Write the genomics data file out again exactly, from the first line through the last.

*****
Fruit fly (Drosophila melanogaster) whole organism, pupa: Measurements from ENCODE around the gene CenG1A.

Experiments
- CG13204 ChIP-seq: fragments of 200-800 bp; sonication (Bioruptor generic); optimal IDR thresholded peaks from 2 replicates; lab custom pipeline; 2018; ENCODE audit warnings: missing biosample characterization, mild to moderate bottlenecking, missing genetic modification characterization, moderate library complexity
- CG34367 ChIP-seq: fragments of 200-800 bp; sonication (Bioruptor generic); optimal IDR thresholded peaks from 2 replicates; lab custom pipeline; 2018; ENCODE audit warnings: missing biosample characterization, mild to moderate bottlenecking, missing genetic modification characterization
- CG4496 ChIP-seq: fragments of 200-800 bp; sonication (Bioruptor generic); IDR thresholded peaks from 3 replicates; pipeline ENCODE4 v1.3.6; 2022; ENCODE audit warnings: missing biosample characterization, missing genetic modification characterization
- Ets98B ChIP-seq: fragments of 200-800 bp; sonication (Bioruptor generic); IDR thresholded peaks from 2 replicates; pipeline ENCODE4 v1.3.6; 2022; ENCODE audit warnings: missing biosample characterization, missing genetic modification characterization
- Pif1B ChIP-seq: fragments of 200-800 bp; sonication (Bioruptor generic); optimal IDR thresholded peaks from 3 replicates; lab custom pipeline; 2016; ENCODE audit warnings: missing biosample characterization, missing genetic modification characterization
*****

Fruit fly (Drosophila melanogaster) whole organism, pupa: Measurements from ENCODE around the gene CenG1A.

Experiments
- CG13204 ChIP-seq: fragments of 200-800 bp; sonication (Bioruptor generic); optimal IDR thresholded peaks from 2 replicates; lab custom pipeline; 2018; ENCODE audit warnings: missing biosample characterization, mild to moderate bottlenecking, missing genetic modification characterization, moderate library complexity
- CG34367 ChIP-seq: fragments of 200-800 bp; sonication (Bioruptor generic); optimal IDR thresholded peaks from 2 replicates; lab custom pipeline; 2018; ENCODE audit warnings: missing biosample characterization, mild to moderate bottlenecking, missing genetic modification characterization
- CG4496 ChIP-seq: fragments of 200-800 bp; sonication (Bioruptor generic); IDR thresholded peaks from 3 replicates; pipeline ENCODE4 v1.3.6; 2022; ENCODE audit warnings: missing biosample characterization, missing genetic modification characterization
- Ets98B ChIP-seq: fragments of 200-800 bp; sonication (Bioruptor generic); IDR thresholded peaks from 2 replicates; pipeline ENCODE4 v1.3.6; 2022; ENCODE audit warnings: missing biosample characterization, missing genetic modification characterization
- Pif1B ChIP-seq: fragments of 200-800 bp; sonication (Bioruptor generic); optimal IDR thresholded peaks from 3 replicates; lab custom pipeline; 2016; ENCODE audit warnings: missing biosample characterization, missing genetic modification characterization